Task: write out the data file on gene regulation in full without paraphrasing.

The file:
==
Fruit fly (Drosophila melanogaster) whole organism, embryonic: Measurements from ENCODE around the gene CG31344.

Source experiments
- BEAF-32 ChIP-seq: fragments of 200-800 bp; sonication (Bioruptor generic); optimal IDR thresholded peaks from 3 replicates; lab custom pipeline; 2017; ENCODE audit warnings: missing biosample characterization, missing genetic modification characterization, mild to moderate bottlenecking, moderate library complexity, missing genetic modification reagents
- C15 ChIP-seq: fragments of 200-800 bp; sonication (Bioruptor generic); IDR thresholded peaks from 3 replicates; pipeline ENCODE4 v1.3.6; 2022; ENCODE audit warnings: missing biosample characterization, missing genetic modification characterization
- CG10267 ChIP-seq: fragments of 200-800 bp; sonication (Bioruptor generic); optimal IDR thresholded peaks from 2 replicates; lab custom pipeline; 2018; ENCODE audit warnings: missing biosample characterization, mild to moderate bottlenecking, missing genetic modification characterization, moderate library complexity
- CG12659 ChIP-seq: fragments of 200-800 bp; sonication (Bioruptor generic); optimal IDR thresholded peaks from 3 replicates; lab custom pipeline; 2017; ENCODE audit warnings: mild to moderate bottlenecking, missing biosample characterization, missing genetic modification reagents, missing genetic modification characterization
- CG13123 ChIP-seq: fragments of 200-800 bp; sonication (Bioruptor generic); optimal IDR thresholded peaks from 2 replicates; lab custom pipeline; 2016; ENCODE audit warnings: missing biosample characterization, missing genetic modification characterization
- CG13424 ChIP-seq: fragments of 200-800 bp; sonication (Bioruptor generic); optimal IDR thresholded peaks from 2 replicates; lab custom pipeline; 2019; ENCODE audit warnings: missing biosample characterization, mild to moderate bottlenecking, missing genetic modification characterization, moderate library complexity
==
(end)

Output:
Fruit fly (Drosophila melanogaster) whole organism, embryonic: Measurements from ENCODE around the gene CG31344.

Source experiments
- BEAF-32 ChIP-seq: fragments of 200-800 bp; sonication (Bioruptor generic); optimal IDR thresholded peaks from 3 replicates; lab custom pipeline; 2017; ENCODE audit warnings: missing biosample characterization, missing genetic modification characterization, mild to moderate bottlenecking, moderate library complexity, missing genetic modification reagents
- C15 ChIP-seq: fragments of 200-800 bp; sonication (Bioruptor generic); IDR thresholded peaks from 3 replicates; pipeline ENCODE4 v1.3.6; 2022; ENCODE audit warnings: missing biosample characterization, missing genetic modification characterization
- CG10267 ChIP-seq: fragments of 200-800 bp; sonication (Bioruptor generic); optimal IDR thresholded peaks from 2 replicates; lab custom pipeline; 2018; ENCODE audit warnings: missing biosample characterization, mild to moderate bottlenecking, missing genetic modification characterization, moderate library complexity
- CG12659 ChIP-seq: fragments of 200-800 bp; sonication (Bioruptor generic); optimal IDR thresholded peaks from 3 replicates; lab custom pipeline; 2017; ENCODE audit warnings: mild to moderate bottlenecking, missing biosample characterization, missing genetic modification reagents, missing genetic modification characterization
- CG13123 ChIP-seq: fragments of 200-800 bp; sonication (Bioruptor generic); optimal IDR thresholded peaks from 2 replicates; lab custom pipeline; 2016; ENCODE audit warnings: missing biosample characterization, missing genetic modification characterization
- CG13424 ChIP-seq: fragments of 200-800 bp; sonication (Bioruptor generic); optimal IDR thresholded peaks from 2 replicates; lab custom pipeline; 2019; ENCODE audit warnings: missing biosample characterization, mild to moderate bottlenecking, missing genetic modification characterization, moderate library complexity